Campell-Árvai and Árvai found that the use of a nudge increased the probability that consumers would choose a sustainable food option.
Small, everyday changes in people’s behavior can have significant positive environmental impacts. Research conducted by Victoria Campbell-Árvai and Joe Árvai focused on the role of "nudges" in motivating consumers’ to choose products that would lead to positive environmental outcomes. The research evaluated outcomes when both appetizing and unappetizing sustainable meals were presented as food choices in a cafeteria setting.
Innovations in cross-campus cross-disciplinary models
This is a study of the distinctive characteristics, activities, challenges and opportunities of a specific type of sustainability institute, one that spans the many disciplines of the university and, to do so, reports to upper administration (provost or vice president of research). Among research universities within the Association of American Universities (AAU), 19 were identified, and 18 agreed to participate in this study.
Árvai’s research clearly shows that education and decision support, aimed at the public and policy makers, is not the lost cause that many followers of the culture wars think it is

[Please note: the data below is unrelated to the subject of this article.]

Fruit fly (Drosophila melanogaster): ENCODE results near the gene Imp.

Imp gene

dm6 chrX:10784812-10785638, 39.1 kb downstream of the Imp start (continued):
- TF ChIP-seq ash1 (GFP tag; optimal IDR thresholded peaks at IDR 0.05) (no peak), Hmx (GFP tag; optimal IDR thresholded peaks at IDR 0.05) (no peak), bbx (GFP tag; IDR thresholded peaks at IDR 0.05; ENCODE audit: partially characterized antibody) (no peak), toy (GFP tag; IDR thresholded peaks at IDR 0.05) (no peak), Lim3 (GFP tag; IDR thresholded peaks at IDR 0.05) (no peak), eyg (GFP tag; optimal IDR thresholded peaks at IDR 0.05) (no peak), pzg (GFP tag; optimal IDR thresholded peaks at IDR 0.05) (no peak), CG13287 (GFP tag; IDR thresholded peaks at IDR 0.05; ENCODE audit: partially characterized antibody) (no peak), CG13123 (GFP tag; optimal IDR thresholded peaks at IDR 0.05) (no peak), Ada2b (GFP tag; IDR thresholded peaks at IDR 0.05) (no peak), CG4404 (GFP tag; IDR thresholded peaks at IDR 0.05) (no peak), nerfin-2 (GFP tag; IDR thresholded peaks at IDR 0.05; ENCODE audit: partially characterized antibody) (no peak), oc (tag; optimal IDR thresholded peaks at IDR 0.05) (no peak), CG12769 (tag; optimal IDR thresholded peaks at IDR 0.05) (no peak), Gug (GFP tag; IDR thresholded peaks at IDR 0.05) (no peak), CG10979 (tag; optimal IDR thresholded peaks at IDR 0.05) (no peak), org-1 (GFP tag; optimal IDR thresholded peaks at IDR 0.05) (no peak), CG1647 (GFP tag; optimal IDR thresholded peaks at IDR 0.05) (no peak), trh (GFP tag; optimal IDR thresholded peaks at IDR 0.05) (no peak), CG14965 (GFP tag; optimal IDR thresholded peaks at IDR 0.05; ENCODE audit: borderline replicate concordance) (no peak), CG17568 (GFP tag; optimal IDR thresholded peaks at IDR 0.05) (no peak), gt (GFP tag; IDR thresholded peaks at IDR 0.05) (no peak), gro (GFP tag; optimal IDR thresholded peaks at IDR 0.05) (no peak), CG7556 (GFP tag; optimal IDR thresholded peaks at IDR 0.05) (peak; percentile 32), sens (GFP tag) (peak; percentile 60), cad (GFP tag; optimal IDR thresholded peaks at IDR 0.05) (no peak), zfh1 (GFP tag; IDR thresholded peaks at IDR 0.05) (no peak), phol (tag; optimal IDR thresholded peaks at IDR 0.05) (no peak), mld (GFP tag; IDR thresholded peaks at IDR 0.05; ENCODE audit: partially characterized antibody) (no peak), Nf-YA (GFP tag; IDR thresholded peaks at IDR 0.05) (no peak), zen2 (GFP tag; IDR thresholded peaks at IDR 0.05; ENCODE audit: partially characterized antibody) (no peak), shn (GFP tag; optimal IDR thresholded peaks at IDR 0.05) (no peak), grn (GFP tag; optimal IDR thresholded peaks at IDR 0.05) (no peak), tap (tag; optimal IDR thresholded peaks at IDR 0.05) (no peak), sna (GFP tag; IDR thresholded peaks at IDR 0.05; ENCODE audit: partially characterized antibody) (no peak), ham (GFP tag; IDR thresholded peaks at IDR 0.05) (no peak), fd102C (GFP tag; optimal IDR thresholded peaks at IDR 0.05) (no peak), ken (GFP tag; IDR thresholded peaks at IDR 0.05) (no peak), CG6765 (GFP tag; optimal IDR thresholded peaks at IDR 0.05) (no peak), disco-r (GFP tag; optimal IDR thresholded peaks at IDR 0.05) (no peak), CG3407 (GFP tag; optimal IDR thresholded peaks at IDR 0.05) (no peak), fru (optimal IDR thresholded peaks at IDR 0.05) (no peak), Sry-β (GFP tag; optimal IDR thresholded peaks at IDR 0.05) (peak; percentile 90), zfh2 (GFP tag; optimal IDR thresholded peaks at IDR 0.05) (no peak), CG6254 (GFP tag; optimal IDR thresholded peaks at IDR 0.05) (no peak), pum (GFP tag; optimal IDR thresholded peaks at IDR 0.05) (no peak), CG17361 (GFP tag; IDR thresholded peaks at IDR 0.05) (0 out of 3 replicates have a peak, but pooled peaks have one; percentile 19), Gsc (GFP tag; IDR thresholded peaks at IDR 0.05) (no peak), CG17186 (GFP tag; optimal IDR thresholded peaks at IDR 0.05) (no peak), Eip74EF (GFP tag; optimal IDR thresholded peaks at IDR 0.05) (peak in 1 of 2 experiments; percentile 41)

There’s an emerging body of research suggesting that how much people know about climate change is unrelated to how much they care about it, or how much support they’ll have for actions aimed at addressing it. This research argues that our feelings about climate change are instead a function of “cultural variables”, which work independently from knowledge. New research by Joe Árvai and colleagues from ETH Zürich suggest that this is in fact not the case. Much of the research comparing culture and knowledge misses the mark in terms of how both knowledge and culture are measured.
Academic scholars have an important role to play standing up for scientific integrity - an editorial by Andy Hoffman
When politicians distort science, academics and scientists tend to watch in shock from the sidelines rather than speak out. But in an age of “fake news” and “alternative facts,” we need to step into the breach and inject scientific literacy into the political discourse.
Kristine Schantz, a 2016 graduate of the University of Michigan’s Erb Institute, reflects on the essential impact her classmates will need to make as they reenter the workforce to ensure a sustainable future for their businesses and our planet.
WASHINGTON, November 1, 2012 /3BL Media/ - The Erb Institute for Global Sustainable Enterprise at the University of Michigan (Ross School of Business and School of Natural Resources and Environment) and the World Environment Center (WEC) today announced a partnership to directly engage MBA/MS students in planning and implementing sustainable development initiatives with leading global companies.